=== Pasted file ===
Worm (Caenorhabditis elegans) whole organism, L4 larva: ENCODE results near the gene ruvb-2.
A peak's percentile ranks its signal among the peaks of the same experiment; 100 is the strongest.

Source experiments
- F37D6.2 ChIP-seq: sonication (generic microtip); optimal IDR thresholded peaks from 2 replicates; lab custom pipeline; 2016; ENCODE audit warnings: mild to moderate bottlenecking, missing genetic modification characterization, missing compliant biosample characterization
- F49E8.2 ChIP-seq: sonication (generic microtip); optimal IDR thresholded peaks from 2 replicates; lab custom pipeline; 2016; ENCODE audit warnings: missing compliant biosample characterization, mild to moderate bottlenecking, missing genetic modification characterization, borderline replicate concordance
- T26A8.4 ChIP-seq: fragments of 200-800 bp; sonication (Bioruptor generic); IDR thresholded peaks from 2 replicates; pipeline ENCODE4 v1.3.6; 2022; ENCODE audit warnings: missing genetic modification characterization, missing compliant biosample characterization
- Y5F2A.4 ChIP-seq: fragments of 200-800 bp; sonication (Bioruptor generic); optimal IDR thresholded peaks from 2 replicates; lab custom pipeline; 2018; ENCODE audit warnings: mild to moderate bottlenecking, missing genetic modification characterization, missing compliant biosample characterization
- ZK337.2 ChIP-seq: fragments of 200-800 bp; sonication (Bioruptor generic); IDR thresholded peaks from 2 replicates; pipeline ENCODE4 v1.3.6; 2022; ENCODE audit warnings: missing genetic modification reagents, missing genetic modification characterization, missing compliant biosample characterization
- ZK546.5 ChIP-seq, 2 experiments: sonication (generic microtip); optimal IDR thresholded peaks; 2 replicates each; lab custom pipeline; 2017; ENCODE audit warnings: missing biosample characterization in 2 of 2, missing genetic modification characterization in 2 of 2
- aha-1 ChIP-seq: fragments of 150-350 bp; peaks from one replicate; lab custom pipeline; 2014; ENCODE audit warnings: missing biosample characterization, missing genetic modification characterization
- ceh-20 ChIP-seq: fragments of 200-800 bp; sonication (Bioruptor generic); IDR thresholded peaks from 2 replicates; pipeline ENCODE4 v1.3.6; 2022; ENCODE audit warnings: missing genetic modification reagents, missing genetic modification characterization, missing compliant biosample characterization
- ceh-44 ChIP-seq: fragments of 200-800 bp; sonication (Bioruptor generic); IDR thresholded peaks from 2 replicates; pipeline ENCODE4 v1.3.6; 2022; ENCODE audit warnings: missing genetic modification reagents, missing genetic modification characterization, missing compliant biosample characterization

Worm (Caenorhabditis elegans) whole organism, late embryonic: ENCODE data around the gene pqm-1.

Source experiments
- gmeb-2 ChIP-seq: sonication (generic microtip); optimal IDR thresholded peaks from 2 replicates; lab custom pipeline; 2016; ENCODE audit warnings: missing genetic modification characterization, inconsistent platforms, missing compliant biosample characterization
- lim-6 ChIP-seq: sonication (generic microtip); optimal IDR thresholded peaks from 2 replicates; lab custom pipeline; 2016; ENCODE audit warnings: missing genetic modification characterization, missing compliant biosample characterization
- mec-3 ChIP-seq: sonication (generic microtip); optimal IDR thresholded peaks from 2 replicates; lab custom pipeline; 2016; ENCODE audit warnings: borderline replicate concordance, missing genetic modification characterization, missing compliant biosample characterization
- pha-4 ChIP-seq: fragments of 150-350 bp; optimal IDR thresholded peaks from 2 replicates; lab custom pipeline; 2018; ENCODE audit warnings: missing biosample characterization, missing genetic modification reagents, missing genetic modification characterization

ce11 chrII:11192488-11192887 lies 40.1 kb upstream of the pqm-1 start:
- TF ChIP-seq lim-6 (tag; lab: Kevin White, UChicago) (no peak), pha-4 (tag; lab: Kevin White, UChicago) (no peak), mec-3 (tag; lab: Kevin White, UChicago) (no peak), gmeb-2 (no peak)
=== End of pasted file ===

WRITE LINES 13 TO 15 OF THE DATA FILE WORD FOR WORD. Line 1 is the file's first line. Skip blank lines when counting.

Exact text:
Worm (Caenorhabditis elegans) whole organism, late embryonic: ENCODE data around the gene pqm-1.

Source experiments
- gmeb-2 ChIP-seq: sonication (generic microtip); optimal IDR thresholded peaks from 2 replicates; lab custom pipeline; 2016; ENCODE audit warnings: missing genetic modification characterization, inconsistent platforms, missing compliant biosample characterization